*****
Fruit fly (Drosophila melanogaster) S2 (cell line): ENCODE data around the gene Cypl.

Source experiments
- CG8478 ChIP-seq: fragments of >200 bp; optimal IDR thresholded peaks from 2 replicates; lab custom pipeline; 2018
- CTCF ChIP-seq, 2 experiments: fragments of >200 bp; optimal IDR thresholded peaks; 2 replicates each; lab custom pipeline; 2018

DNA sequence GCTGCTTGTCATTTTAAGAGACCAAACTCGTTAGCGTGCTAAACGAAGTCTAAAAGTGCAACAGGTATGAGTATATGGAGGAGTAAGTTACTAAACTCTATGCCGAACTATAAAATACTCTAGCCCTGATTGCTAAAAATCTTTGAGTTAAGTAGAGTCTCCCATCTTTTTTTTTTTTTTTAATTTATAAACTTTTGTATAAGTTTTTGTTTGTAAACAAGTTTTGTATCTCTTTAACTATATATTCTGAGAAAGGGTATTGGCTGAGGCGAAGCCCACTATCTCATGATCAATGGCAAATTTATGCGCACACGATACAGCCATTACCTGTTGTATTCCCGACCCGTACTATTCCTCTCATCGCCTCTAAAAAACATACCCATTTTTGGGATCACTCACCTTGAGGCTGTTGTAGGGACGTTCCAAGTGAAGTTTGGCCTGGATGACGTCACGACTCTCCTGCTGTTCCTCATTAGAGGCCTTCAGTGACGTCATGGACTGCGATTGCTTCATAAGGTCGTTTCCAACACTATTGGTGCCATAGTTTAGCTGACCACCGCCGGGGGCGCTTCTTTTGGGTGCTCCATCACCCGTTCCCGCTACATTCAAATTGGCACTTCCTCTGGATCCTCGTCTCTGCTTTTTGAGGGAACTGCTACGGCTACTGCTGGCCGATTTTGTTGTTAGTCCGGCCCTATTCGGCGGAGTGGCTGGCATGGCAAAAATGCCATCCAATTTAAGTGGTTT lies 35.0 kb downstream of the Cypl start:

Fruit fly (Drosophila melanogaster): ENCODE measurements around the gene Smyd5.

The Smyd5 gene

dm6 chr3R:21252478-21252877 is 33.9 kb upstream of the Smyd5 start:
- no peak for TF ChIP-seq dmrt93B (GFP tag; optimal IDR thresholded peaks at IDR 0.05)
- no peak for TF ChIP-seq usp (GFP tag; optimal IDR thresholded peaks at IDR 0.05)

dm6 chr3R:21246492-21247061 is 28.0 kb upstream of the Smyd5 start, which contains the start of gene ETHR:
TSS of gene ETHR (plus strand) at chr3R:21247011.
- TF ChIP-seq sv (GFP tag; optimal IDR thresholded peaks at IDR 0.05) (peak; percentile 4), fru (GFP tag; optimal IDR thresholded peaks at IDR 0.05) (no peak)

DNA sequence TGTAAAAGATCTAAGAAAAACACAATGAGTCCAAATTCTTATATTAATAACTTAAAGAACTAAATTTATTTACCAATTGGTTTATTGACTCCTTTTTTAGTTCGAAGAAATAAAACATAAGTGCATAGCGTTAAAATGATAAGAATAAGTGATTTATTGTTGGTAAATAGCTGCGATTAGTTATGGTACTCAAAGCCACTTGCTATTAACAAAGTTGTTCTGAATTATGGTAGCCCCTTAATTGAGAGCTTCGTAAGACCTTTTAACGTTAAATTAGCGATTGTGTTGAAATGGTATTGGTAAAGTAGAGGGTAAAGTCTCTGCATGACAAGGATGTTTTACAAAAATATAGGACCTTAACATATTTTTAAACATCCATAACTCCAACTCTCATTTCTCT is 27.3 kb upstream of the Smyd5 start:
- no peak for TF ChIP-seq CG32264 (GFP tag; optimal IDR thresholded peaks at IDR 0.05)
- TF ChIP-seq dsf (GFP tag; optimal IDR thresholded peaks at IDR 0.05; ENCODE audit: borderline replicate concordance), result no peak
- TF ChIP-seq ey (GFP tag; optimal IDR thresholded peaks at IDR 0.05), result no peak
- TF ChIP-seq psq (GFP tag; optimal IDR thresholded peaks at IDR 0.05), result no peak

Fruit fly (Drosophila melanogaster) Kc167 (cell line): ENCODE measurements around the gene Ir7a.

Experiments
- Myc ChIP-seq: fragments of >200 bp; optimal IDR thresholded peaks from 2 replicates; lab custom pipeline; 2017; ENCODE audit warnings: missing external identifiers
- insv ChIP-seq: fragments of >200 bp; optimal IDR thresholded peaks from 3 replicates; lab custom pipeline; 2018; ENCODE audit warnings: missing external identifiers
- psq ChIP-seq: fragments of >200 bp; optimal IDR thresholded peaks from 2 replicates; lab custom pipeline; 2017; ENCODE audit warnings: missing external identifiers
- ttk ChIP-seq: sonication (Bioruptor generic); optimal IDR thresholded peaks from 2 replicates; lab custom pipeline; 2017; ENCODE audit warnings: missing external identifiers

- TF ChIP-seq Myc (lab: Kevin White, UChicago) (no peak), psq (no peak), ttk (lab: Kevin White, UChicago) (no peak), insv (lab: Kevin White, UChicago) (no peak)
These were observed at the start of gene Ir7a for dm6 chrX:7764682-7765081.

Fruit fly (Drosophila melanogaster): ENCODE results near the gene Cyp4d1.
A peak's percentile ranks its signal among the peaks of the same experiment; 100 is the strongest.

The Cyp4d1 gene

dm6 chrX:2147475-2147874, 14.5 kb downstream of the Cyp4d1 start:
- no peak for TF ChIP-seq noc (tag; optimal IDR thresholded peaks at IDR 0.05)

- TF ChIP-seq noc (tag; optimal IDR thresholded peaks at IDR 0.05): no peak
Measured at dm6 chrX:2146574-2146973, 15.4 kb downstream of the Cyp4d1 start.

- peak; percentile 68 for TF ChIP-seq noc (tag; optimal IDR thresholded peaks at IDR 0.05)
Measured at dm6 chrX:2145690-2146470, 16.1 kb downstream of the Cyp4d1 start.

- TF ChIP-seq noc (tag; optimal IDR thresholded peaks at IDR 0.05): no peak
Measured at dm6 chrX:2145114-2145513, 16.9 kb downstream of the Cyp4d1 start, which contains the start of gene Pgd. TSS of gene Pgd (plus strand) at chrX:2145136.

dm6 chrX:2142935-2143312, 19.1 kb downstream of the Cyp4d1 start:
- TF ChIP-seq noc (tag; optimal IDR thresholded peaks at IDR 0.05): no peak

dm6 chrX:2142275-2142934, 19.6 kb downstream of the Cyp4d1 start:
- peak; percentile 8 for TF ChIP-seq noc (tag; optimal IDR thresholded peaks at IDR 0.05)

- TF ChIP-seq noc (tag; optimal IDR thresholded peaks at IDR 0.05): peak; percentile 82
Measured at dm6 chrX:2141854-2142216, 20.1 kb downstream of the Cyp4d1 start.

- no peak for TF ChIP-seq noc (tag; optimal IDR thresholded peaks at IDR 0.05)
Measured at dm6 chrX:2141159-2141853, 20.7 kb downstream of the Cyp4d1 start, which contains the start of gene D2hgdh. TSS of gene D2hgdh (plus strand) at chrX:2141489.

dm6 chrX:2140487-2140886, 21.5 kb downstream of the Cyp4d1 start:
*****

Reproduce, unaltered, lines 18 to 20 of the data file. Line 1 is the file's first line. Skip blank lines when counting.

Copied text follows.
- TF ChIP-seq psq (GFP tag; optimal IDR thresholded peaks at IDR 0.05), result no peak

Fruit fly (Drosophila melanogaster) Kc167 (cell line): ENCODE measurements around the gene Ir7a.

Experiments